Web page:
And the beef industry has done a better job of responding to consumer demand. CattleFax says that's key to building future consumption.  Good said this is part of long term demand for quality and consistency.  To read more or to watch a video news release, click here.   



Want to Have the Latest Energy News Delivered to Your Inbox Daily?

Award winning broadcast journalist Jerry Bohnen has spent years learning and understanding how to cover the energy business here in the southern plains- Click here to subscribe to his daily update of top Energy News.

WinfieldReleasesWinfield Has New Winter Canola Varieties in the Pipeline


Canola and cotton farmers can look forward to some new technology in the near future. Croplan is among the companies that will be releasing new varieties in 2015 and 2016. This makes for an exciting time for growers. I caught up with Greg Birdwell- Retail Development Manager for Winfield at the recent Canola College and we talked about the Winfield commitment to the fledgling winter canola industry. 

The winter canola varieties from Croplan will be released on a limited basis in the fall of 2015 and by fall 2016, farmers will see a big change in winter canola varieties for Oklahoma. Birdwell said certainly after all of the weather events the past four or five years in Oklahoma, variety development has slowed as researchers have put a bigger focus on winter hardiness. After several tough years, Birdwell said it doesn't matter if a variety yields a lot, unless it can sustain the cold weather.

"We have to be able to have a stand out there, we can't harvest anything if we don't have stand," Birdwell said.

Cotton growers can also look forward to some advances in varieties. Dow will release Enlist, which has tolerance to 2,4-D and glyphosate. Monsanto will release Xtend, their dicamba-resistant cotton technology. Croplan will also have two new varieties for production in 2015.   Birdwell said both will have the Xtend technology for use with dicamba. Currently the Environmental Protection Agency is re-reviewing dicamba use, so while farmers will have genetics, Birdwell said it will be 2016 before farmers can use dicamba on the crop. Having new cotton varieties will greatly help farmers with pigweed, marestail along with the growing problem of resistant weeds. Birdwell said weed resistance is a huge issue across Oklahoma, so it will be good to get some new tools.  


To listen to my interview with Birdwell, click here.   


ThisNThatThis N That- Big Iron Today, OYE Opens Their Gates Today and Coming Friday- It's the 74-51 Ranch Red Dirt Bull Sale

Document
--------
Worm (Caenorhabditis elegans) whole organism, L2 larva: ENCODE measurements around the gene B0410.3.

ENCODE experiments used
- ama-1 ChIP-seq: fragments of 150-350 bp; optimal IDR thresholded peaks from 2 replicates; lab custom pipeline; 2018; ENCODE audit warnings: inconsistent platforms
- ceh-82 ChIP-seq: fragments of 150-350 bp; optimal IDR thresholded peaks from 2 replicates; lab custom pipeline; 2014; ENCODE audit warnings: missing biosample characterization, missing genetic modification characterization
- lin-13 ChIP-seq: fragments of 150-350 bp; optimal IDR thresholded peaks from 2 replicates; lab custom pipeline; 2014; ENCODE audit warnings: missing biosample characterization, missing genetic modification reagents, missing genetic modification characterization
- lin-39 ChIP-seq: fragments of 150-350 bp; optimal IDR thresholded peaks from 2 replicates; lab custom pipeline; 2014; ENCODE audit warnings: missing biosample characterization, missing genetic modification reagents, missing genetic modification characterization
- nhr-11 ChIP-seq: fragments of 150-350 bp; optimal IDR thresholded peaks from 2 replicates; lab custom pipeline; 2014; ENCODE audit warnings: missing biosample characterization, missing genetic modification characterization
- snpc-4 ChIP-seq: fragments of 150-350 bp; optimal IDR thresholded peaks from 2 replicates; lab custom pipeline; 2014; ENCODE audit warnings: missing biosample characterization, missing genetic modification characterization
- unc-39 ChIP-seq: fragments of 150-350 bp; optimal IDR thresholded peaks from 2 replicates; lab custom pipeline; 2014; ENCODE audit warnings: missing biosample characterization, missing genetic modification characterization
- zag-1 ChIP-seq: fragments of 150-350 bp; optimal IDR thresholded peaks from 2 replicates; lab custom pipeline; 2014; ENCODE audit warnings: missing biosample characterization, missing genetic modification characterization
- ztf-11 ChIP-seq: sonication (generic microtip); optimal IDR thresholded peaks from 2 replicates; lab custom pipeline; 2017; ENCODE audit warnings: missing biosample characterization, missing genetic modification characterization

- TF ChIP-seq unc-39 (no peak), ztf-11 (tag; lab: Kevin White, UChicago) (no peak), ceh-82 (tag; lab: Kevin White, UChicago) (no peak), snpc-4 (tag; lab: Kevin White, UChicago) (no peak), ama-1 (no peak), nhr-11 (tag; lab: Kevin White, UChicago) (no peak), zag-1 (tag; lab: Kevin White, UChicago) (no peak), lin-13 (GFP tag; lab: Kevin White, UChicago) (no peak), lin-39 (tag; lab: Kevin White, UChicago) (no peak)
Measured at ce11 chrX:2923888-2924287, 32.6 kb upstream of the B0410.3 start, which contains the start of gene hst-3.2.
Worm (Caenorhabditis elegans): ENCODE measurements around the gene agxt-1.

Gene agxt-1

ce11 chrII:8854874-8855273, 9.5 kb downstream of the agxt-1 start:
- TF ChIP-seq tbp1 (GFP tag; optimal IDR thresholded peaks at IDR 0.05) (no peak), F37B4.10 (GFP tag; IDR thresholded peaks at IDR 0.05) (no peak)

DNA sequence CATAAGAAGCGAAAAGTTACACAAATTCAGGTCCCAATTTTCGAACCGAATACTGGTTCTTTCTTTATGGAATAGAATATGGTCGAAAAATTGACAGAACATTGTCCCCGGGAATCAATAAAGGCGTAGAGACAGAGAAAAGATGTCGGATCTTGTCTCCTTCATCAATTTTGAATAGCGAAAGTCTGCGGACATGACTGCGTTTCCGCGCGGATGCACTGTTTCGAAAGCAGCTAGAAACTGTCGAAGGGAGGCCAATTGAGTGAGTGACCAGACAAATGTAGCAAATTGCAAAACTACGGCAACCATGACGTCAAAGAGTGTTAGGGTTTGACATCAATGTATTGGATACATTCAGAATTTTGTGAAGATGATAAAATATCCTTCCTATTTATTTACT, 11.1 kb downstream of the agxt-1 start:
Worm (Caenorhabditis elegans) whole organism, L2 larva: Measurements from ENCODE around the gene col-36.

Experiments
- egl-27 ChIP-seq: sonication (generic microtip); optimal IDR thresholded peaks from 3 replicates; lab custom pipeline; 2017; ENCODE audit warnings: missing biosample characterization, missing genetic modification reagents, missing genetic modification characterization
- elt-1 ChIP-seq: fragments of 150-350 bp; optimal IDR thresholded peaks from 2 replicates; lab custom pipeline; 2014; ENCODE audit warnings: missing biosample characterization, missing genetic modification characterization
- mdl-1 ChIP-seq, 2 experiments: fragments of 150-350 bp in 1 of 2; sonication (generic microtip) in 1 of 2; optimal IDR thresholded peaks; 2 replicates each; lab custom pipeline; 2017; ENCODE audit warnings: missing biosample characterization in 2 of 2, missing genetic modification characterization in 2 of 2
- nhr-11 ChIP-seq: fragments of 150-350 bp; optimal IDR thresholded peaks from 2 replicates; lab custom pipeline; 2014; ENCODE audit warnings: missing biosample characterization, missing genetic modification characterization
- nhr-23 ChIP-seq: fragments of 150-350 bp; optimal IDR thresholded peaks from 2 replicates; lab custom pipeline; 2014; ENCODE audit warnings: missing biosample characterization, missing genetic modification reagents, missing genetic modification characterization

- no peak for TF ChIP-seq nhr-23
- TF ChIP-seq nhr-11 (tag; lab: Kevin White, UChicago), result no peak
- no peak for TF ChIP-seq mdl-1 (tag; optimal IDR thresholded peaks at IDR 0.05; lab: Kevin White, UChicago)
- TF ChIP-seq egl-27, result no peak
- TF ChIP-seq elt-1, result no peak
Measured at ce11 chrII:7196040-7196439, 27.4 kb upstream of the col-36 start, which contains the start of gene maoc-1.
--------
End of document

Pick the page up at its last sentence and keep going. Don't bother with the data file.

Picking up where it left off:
It's Wednesday- and that means the Big Iron folks will be busy closing out this week's auction items - all 793 items consigned.  Bidding will start at 10 AM central time.                 


 Click Here for the complete rundown of what is being sold on this no reserve online sale this week.


If you'd like more information on buying and selling with Big Iron, call District Manager Mike Wolfe at 580-320-2718 and he can give you the full scoop.  You can also reach Mike via email by clicking or tapping here.


This is Day One for the 100th Anniversary Edition of the Oklahoma Youth Expo- gilts will be allowed to enter the fairgrounds starting at noon today. 

We'll have daily reports (and actually reports several times every day once we start showing animals) and we'll have information coming your way on our Blue Green Gazette website, via Twitter using the Hashtag #OYE15, on our Facebook Page for the Radio Oklahoma Ag Network, in this daily email,  on our radio reports and via our TV reports as seen on News9 and News on 6.  We will also be taking pictures during the event and will be posting them to our FLICKR Album dedicated to the 2015 Oklahoma Youth Expo.

Our coverage is a service of ITC-Great Plains, Your Energy Superhighway. 


The 74-51 Cattle Company Red Dirt Bull Salecomes up this Friday, March 13, 2015 at 12 Noon at the Ranch Headquarters near Marshall, Oklahoma

The 74-51 Cattle Company will be selling over 200 red Dirt Bulls- including Angus, Simangus, Hereford, Charolais and Red Angus Composites.

The ranch is located just north of the junction of Highways 74 and 51 in north central Oklahoma.

For more information, call 405-627-5200- or click here for our auction listing with links to the sale catalog and more.


Our thanks to Midwest Farms Shows, P & K EquipmentAmerican Farmers & Ranchers, CROPLAN by WinfieldKIS Futures, Stillwater Milling Company, Pioneer Cellular, National Livestock Credit Corporation and Oklahoma Cattlemen's Association for their support of our daily Farm News Update. For your convenience, we have our sponsors' websites linked here- just click on their name to jump to their website- check their sites out and let these folks know you appreciate the support of this daily email, as their sponsorship helps us keep this arriving in your inbox on a regular basis- FREE!


We also invite you to check out our website at the link below to check out an archive of these daily emails, audio reports and top farm news story links from around the globe.

Click here to check out WWW.OklahomaFarmReport.Com 



God Bless! You can reach us at the following:  


phone: 405-473-6144